Overhauling the town’s approach to heritage designation was another priority adopted by councillors.

The town is planning on holding heritage workshops in January for staff, councillors and the heritage committee, Zuidema said.

Council also wants the town to actively work on determining what buildings should be designated as heritage properties and how that can be done efficiently.

Zuidema said the town will consult with the heritage committee and the town historian to determine what buildings and areas should be prioritized for designation.

He emphasized that prioritizing which areas to designate is essential and that simply creating a list is insufficient.

“The capacity to designate is a function of available resources and that means time of the individual to do the appropriate work and also the resources, money, in order to ensure that work can be done.”

Lord Mayor Betty Disero pushed to ensure the town historian was involved in any heritage work so designations could be built around cultural history as well as architectural characteristics.

“As a town we look more at the architectural significance of certain buildings and places but the town historian talks more to the culture, the cultural background and historical significance,” Disero said.

In all, Zuidema presented council with 26 items: six priorities, nine “quick wins,” four escalation items and seven suggestions that need further review.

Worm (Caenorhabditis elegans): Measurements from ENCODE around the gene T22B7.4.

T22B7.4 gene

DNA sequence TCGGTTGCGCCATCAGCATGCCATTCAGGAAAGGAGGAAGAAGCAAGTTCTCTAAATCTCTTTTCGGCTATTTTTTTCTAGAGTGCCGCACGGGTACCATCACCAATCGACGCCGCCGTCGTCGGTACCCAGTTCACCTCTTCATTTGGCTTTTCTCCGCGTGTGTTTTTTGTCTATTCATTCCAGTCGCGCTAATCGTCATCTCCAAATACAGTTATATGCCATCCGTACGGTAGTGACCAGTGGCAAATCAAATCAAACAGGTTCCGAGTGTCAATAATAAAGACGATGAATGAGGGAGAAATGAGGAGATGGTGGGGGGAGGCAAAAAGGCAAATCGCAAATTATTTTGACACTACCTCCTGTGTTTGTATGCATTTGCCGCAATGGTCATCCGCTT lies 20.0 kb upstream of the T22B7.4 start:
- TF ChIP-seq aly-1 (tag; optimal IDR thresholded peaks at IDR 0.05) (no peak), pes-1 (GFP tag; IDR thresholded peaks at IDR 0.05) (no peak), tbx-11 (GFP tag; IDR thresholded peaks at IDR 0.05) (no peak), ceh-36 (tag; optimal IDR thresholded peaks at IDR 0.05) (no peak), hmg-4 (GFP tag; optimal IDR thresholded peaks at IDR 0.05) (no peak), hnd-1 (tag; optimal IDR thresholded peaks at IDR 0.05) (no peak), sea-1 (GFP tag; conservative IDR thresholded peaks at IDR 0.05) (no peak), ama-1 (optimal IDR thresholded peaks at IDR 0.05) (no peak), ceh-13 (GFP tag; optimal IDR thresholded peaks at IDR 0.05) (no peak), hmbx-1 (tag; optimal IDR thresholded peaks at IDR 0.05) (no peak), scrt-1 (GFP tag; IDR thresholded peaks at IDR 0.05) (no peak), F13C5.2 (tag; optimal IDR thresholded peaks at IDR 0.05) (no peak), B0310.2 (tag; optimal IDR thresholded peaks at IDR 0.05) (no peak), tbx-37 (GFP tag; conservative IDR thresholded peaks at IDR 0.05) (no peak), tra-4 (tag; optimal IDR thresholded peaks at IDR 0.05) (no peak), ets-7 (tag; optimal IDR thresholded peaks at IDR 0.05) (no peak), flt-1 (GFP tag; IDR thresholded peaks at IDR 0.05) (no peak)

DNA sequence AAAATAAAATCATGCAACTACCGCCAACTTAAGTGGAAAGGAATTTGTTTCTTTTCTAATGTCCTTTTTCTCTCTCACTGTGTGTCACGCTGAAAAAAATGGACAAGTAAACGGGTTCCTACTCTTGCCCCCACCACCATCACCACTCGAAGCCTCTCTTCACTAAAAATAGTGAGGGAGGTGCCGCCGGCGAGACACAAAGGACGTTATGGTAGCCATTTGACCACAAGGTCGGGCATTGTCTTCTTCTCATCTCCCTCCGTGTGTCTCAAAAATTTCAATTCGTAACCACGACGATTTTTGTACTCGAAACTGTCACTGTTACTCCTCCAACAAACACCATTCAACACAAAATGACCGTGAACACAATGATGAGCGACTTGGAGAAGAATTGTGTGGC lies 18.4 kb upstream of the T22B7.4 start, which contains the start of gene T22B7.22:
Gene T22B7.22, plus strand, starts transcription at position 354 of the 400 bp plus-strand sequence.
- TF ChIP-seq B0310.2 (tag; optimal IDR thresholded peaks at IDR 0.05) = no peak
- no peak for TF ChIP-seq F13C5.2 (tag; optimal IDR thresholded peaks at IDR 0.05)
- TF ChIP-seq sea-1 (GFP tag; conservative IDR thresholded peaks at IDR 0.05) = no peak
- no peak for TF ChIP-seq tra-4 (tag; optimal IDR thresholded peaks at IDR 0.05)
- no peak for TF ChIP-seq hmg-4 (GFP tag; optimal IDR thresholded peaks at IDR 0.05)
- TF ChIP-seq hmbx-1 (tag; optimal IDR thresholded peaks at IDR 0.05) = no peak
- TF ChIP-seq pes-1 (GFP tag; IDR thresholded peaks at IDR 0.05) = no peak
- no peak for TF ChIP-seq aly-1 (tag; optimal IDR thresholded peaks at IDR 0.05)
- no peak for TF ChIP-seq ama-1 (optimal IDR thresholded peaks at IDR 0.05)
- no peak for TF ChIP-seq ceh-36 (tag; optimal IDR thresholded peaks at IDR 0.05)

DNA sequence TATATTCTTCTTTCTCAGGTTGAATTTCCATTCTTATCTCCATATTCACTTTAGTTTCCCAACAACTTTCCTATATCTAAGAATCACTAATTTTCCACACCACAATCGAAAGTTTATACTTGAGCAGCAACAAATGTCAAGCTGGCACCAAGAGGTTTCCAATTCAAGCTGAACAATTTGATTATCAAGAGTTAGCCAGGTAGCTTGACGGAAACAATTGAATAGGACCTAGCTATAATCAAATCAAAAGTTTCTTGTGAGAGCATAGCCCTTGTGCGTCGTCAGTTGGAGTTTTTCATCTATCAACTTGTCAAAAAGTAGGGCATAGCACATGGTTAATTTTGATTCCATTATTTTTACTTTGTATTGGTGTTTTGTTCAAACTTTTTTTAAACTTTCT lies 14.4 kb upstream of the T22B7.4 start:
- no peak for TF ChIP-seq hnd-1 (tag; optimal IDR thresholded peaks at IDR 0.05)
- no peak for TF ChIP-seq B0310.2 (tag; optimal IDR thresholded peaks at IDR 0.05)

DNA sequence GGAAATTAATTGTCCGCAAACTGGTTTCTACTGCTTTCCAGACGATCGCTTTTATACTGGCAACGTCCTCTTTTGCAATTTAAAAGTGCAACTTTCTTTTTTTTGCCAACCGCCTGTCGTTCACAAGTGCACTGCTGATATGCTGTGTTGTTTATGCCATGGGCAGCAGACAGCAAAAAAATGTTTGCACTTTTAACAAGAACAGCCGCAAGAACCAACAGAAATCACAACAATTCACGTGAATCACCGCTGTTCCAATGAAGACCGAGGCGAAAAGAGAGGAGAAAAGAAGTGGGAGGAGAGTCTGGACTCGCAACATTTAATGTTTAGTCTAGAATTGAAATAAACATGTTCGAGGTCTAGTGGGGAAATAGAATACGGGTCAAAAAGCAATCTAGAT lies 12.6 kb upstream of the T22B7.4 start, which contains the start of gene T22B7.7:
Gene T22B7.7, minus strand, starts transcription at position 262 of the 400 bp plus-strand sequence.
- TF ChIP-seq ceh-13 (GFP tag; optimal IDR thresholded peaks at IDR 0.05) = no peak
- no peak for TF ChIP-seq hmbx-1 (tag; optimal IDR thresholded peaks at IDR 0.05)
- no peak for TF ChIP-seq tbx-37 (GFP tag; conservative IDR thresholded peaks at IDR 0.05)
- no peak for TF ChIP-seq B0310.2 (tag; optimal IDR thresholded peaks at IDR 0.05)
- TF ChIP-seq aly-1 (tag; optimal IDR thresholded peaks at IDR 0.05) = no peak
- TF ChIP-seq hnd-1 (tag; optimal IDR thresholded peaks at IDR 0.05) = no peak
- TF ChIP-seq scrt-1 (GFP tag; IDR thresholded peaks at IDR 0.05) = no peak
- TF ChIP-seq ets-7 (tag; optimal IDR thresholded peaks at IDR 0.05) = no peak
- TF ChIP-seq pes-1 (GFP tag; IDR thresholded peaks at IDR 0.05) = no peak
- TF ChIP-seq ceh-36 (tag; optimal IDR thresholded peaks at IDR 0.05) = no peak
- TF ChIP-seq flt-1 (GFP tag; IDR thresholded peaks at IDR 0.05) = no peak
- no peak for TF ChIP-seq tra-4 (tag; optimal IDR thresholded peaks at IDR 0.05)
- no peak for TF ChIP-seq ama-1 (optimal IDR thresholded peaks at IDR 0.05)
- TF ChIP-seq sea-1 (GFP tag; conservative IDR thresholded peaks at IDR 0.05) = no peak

The final item of 26 was the use of the community planning permit system as an alternative to zoning bylaws.

Disero asked Zuidema to clarify what exactly the community planning permit system can accomplish.

Zuidema said the permit system can be viewed as completely separate from zoning changes and heritage designations.

The permit system “is on a different table. It’s a different puzzle,” he said.

Since the permit system is a new and unique beast for the town to use, Zuidema recommended the creation of a pilot project in Garrison Village.

“The bulk of those lands have already been developed and so I think the Village would create a real soft landing to experiment” with the planning permit system, he said.

Since there is not a large amount of active development in the Village, the town could learn the ins and outs of the permit system by managing a small number of builds instead of using it on a wider area, like the whole of Old Town.